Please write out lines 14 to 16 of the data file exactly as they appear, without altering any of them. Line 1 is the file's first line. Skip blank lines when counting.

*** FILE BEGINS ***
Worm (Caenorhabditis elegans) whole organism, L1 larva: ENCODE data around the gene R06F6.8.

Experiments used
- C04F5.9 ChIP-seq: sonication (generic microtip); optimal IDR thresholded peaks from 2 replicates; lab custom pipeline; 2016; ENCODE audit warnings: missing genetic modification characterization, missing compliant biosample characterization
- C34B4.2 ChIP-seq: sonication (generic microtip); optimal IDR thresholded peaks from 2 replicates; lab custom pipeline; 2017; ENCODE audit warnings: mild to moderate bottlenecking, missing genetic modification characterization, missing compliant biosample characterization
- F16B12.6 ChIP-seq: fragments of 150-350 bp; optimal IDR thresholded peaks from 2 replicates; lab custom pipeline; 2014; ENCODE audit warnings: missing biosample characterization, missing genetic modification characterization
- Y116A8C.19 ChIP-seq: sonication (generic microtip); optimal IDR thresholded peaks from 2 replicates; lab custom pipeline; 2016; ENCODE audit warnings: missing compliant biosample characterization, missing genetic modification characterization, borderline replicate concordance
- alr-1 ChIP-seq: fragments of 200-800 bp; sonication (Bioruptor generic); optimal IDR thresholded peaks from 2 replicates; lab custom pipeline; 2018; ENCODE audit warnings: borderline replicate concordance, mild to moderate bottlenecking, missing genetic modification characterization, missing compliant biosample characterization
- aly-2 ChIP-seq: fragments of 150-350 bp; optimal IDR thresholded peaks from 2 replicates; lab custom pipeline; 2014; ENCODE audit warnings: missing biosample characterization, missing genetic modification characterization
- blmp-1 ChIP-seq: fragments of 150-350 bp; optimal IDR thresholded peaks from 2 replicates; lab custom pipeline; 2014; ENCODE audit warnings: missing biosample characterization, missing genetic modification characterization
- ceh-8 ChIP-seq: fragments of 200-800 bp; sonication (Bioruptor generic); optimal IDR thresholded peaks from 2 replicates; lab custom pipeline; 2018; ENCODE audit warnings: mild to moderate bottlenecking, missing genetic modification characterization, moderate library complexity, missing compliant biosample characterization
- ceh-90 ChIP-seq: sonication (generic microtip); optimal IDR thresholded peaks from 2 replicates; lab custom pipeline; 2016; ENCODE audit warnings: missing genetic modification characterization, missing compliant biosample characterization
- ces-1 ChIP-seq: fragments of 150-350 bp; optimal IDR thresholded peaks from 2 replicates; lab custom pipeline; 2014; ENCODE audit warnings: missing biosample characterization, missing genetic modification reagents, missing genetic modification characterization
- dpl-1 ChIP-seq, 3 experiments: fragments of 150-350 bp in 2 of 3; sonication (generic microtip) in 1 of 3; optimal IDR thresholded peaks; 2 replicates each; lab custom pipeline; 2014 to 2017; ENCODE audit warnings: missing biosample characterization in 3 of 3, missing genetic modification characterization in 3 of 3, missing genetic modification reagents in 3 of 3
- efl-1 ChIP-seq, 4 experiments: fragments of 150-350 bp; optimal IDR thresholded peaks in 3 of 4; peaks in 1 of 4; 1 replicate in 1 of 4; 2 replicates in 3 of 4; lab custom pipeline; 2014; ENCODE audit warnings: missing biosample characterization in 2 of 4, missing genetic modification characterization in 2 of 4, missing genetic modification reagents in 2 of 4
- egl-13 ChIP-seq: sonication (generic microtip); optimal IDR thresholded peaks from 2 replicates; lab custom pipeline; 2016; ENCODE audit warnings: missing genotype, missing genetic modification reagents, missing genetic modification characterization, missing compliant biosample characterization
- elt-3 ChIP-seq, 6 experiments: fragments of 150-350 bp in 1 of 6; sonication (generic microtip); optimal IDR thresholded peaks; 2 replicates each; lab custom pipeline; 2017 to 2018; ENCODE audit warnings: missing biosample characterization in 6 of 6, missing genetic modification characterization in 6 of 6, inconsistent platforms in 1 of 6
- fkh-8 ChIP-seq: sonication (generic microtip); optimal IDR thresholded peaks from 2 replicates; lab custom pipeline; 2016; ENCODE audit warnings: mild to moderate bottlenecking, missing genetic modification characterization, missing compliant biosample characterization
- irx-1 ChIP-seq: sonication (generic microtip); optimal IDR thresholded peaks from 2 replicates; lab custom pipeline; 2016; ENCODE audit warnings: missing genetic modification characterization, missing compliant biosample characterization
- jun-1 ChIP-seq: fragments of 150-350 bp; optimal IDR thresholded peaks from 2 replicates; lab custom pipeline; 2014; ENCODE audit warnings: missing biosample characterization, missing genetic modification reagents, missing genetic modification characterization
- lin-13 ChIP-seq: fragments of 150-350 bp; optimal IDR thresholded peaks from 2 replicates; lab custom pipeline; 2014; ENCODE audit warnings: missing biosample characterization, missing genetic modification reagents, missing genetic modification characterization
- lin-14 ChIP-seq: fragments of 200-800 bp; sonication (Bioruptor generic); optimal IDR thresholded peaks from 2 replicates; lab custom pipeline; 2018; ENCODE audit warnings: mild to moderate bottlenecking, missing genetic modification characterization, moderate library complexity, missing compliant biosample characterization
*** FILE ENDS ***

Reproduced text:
- efl-1 ChIP-seq, 4 experiments: fragments of 150-350 bp; optimal IDR thresholded peaks in 3 of 4; peaks in 1 of 4; 1 replicate in 1 of 4; 2 replicates in 3 of 4; lab custom pipeline; 2014; ENCODE audit warnings: missing biosample characterization in 2 of 4, missing genetic modification characterization in 2 of 4, missing genetic modification reagents in 2 of 4
- egl-13 ChIP-seq: sonication (generic microtip); optimal IDR thresholded peaks from 2 replicates; lab custom pipeline; 2016; ENCODE audit warnings: missing genotype, missing genetic modification reagents, missing genetic modification characterization, missing compliant biosample characterization
- elt-3 ChIP-seq, 6 experiments: fragments of 150-350 bp in 1 of 6; sonication (generic microtip); optimal IDR thresholded peaks; 2 replicates each; lab custom pipeline; 2017 to 2018; ENCODE audit warnings: missing biosample characterization in 6 of 6, missing genetic modification characterization in 6 of 6, inconsistent platforms in 1 of 6